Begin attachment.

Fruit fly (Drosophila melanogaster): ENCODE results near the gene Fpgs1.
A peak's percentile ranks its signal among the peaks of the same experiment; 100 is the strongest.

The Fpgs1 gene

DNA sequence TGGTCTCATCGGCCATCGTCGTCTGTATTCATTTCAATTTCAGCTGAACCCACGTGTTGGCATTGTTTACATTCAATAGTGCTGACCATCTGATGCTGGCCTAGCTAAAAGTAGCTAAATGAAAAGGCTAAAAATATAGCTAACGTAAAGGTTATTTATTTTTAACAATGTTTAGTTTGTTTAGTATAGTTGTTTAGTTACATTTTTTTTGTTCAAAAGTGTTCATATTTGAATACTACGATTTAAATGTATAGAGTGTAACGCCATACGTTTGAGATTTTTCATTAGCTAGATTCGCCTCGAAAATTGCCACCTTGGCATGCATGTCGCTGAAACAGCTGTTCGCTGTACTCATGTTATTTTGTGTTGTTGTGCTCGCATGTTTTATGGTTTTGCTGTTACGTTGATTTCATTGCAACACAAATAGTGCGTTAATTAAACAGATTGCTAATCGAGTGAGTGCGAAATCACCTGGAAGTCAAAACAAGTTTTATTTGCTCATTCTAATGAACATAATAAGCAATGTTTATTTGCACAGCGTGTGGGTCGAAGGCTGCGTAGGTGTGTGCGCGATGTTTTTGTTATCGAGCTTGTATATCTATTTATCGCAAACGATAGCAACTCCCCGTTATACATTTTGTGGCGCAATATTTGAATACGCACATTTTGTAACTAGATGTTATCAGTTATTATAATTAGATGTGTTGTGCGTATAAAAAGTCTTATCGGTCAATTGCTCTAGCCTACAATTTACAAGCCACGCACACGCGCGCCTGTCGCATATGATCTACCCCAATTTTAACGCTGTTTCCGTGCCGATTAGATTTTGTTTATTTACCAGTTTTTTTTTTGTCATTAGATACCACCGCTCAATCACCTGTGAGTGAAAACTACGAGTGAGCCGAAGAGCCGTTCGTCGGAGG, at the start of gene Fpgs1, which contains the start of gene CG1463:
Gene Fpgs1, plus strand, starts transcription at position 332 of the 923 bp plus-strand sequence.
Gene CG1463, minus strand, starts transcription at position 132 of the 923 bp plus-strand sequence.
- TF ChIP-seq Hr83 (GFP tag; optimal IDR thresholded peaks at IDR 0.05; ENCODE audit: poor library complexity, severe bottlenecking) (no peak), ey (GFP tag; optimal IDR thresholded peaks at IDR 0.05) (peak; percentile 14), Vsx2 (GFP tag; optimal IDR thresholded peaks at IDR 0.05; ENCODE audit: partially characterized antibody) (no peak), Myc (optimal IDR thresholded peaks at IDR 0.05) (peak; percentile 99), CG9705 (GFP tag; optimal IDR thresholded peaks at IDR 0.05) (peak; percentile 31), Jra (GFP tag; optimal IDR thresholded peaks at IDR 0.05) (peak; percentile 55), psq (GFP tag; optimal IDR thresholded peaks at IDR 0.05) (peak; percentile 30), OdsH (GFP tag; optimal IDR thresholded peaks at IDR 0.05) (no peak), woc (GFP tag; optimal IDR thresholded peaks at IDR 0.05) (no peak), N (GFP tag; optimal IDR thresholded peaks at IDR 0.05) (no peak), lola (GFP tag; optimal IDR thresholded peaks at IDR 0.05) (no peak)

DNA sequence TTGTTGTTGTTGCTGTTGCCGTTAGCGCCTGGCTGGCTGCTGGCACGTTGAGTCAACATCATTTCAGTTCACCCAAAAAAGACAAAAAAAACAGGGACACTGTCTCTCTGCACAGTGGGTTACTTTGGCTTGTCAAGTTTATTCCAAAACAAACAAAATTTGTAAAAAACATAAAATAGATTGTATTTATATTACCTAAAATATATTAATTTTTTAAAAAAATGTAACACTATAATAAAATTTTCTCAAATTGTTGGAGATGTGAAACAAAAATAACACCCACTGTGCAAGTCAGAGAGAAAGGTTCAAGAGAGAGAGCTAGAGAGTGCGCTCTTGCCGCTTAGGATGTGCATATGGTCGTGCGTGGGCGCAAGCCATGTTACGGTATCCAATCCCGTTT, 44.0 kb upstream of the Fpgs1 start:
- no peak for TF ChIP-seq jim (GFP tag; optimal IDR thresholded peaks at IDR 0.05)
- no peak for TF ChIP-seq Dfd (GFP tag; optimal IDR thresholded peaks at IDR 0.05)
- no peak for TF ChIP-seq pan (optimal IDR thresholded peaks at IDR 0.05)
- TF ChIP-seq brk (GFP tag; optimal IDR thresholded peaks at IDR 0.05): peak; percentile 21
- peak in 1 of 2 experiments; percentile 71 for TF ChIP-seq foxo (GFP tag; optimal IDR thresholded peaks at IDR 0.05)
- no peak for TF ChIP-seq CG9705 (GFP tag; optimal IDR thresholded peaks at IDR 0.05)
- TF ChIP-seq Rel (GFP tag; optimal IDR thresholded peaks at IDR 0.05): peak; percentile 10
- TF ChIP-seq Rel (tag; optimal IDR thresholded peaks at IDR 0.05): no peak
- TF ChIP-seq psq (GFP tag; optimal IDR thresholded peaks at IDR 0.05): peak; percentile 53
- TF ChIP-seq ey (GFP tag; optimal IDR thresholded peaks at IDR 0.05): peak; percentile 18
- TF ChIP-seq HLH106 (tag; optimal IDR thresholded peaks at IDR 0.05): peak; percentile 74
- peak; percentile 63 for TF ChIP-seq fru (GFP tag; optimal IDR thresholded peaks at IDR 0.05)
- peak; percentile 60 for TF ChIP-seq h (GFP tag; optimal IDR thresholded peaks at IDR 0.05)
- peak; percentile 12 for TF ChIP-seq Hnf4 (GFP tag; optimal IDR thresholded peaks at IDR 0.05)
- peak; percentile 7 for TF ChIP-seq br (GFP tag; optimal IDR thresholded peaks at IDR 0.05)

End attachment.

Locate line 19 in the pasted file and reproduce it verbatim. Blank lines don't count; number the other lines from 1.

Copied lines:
- TF ChIP-seq HLH106 (tag; optimal IDR thresholded peaks at IDR 0.05): peak; percentile 74